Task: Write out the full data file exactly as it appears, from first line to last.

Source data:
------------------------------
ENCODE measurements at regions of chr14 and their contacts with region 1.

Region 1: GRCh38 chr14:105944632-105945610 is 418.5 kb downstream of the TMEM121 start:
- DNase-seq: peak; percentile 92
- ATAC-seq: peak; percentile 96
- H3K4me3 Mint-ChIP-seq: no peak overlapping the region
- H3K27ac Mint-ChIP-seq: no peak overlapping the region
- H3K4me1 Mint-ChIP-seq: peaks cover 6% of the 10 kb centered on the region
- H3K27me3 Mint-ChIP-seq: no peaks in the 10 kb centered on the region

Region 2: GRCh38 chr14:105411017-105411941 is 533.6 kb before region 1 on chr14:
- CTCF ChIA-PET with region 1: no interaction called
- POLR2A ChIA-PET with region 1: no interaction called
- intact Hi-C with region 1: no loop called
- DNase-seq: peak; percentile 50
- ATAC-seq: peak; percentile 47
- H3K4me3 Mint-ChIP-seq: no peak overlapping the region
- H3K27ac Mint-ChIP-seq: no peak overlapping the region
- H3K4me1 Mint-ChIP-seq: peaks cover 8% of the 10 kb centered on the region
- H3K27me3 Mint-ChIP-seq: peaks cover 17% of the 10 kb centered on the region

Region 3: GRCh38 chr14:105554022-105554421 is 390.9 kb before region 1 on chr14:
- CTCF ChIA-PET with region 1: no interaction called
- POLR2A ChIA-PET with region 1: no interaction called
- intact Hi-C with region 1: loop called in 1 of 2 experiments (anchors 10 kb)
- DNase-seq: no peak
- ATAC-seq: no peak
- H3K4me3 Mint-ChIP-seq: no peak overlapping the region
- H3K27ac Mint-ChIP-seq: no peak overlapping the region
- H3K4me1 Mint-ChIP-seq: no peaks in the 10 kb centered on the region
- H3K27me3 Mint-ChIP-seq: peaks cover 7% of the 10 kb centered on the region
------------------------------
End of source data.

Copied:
ENCODE measurements at regions of chr14 and their contacts with region 1.

Region 1: GRCh38 chr14:105944632-105945610 is 418.5 kb downstream of the TMEM121 start:
- DNase-seq: peak; percentile 92
- ATAC-seq: peak; percentile 96
- H3K4me3 Mint-ChIP-seq: no peak overlapping the region
- H3K27ac Mint-ChIP-seq: no peak overlapping the region
- H3K4me1 Mint-ChIP-seq: peaks cover 6% of the 10 kb centered on the region
- H3K27me3 Mint-ChIP-seq: no peaks in the 10 kb centered on the region

Region 2: GRCh38 chr14:105411017-105411941 is 533.6 kb before region 1 on chr14:
- CTCF ChIA-PET with region 1: no interaction called
- POLR2A ChIA-PET with region 1: no interaction called
- intact Hi-C with region 1: no loop called
- DNase-seq: peak; percentile 50
- ATAC-seq: peak; percentile 47
- H3K4me3 Mint-ChIP-seq: no peak overlapping the region
- H3K27ac Mint-ChIP-seq: no peak overlapping the region
- H3K4me1 Mint-ChIP-seq: peaks cover 8% of the 10 kb centered on the region
- H3K27me3 Mint-ChIP-seq: peaks cover 17% of the 10 kb centered on the region

Region 3: GRCh38 chr14:105554022-105554421 is 390.9 kb before region 1 on chr14:
- CTCF ChIA-PET with region 1: no interaction called
- POLR2A ChIA-PET with region 1: no interaction called
- intact Hi-C with region 1: loop called in 1 of 2 experiments (anchors 10 kb)
- DNase-seq: no peak
- ATAC-seq: no peak
- H3K4me3 Mint-ChIP-seq: no peak overlapping the region
- H3K27ac Mint-ChIP-seq: no peak overlapping the region
- H3K4me1 Mint-ChIP-seq: no peaks in the 10 kb centered on the region
- H3K27me3 Mint-ChIP-seq: peaks cover 7% of the 10 kb centered on the region